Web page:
Steroid hormones pathway

Gonadotropin-releasing hormone is encoded from a single gene on the short arm of chromosome 8p21-p11. The human gene contains 4 exons; exon 2 encodes pro-GnRH, exon 3 and part of exon 2 and 4 encode the GAP protein, and exon 4 encodes a long 3′ untranslated region. Molecular processing occurs primarily in the nucleus of the cell body (soma). After transcription, the mRNA is transported to the cytoplasm where translation takes place and it is converted into the decapeptide. GnRH and its cleavage products, GAP and pro-GnRH, are then transported to the nerve terminals where they are secreted in tandem into the portal circulation. 187, 189, 190

Microbial catabolism of phytosterol side chains yields C-19 steroids, C-22 steroids, and 17-ketosteroids (. precursors to adrenocortical hormones and contraceptives ). [46] [47] [48] [49] The addition and modification of functional groups is key when producing the wide variety of medications available within this chemical classification. These modifications are performed using conventional organic synthesis and/or biotransformation techniques. [50] [51]

Genetic analysis of dauer-constitutive (Daf-c) and dauer-defective (Daf-d) mutants has defined four distinct pathways that regulate dauer arrest ( Gerisch et al., 2001 ; Gottlieb and Ruvkun, 1994 ; Jia et al., 2002 ; Riddle et al., 1981 ; Thomas et al., 1993 ; Vowels and Thomas, 1992 ). In the past decade, components of these and other pathways have been cloned and characterized, revealing the complex interplay of at least four evolutionarily conserved signal transduction pathways in regulating dauer formation.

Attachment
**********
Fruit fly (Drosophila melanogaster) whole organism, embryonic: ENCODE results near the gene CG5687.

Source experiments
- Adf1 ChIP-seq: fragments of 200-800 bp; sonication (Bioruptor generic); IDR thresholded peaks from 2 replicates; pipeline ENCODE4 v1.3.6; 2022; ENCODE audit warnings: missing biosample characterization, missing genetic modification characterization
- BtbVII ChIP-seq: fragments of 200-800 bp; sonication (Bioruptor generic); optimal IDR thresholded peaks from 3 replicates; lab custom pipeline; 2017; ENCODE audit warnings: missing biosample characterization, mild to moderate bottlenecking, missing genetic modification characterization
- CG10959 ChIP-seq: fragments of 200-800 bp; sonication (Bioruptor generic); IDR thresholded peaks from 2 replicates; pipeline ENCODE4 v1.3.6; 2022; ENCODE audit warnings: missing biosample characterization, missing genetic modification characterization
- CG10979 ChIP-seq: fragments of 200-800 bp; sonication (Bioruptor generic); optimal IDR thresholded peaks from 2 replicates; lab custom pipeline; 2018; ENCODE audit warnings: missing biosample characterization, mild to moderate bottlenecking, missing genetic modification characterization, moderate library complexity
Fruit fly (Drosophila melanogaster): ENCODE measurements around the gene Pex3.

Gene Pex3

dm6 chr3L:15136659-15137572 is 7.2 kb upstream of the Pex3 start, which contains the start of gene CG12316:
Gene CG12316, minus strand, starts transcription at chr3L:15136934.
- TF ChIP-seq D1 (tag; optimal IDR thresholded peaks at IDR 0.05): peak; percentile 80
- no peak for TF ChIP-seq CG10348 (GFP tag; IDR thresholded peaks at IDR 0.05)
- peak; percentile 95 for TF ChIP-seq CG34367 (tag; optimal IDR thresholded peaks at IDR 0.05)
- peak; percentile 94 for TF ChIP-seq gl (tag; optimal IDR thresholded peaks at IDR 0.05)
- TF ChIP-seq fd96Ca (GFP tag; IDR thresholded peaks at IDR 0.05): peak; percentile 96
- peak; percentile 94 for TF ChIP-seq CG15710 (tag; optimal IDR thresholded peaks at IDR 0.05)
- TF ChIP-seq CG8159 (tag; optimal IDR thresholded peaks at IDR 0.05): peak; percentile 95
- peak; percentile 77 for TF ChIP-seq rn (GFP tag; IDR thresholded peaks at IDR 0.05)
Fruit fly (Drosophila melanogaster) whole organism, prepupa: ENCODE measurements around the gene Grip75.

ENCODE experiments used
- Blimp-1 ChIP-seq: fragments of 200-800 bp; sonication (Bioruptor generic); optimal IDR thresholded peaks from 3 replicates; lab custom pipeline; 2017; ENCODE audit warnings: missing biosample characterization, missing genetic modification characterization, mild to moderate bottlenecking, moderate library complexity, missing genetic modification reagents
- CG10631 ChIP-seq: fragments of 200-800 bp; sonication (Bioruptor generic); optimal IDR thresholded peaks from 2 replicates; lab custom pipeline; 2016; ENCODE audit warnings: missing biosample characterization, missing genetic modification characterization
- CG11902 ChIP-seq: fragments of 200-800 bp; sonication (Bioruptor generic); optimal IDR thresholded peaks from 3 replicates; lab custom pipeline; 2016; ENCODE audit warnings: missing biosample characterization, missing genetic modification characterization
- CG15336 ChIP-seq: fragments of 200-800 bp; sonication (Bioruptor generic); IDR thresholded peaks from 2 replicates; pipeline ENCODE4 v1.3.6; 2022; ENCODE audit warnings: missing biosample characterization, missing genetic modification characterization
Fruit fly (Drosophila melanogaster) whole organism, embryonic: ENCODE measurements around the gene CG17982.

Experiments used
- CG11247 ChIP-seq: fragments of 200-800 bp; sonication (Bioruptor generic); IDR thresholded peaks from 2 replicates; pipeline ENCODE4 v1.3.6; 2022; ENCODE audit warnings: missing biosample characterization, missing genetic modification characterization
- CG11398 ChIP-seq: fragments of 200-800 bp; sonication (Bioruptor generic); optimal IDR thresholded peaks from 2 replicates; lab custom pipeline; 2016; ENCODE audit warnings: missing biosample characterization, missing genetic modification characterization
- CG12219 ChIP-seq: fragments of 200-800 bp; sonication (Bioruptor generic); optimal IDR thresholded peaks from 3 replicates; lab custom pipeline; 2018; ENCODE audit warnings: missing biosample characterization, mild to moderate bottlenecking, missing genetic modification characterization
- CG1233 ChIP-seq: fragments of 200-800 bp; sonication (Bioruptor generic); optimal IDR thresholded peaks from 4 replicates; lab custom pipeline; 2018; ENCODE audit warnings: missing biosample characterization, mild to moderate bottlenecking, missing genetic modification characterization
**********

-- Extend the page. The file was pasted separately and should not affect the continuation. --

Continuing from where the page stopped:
The early steps in the biosynthesis of steroids of both plants and animals are the same, except that in plants lanosterol is replaced by the related compound cycloartenol, which contains a three-membered ring (C9, C10, C19) in lieu of the nuclear double bond of lanosterol. The side chains of the phytosterols, such as stigmasterol, and of the sterol ergosterol of yeasts and other fungi contain extra carbon atoms that are incorporated in reactions involving S -adenosylmethionine, which donates methyl groups in numerous biological processes. Although most plant tissues contain only traces of cholesterol, this sterol is the biogenetic precursor of such important plant steroids as the sapogenins , glycosides , and alkaloids . Because pregnane derivatives are intermediates in some of these transformations, plants and animals appear to have important features of steroid metabolism in common.

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Steroid hormones pathway

steroid hormones pathway

The early steps in the biosynthesis of steroids of both plants and animals are the same, except that in plants lanosterol is replaced by the related compound cycloartenol, which contains a three-membered ring (C9, C10, C19) in lieu of the nuclear double bond of lanosterol. The side chains of the phytosterols, such as stigmasterol, and of the sterol ergosterol of yeasts and other fungi contain extra carbon atoms that are incorporated in reactions involving S -adenosylmethionine, which donates methyl groups in numerous biological processes. Although most plant tissues contain only traces of cholesterol, this sterol is the biogenetic precursor of such important plant steroids as the sapogenins , glycosides , and alkaloids . Because pregnane derivatives are intermediates in some of these transformations, plants and animals appear to have important features of steroid metabolism in common.

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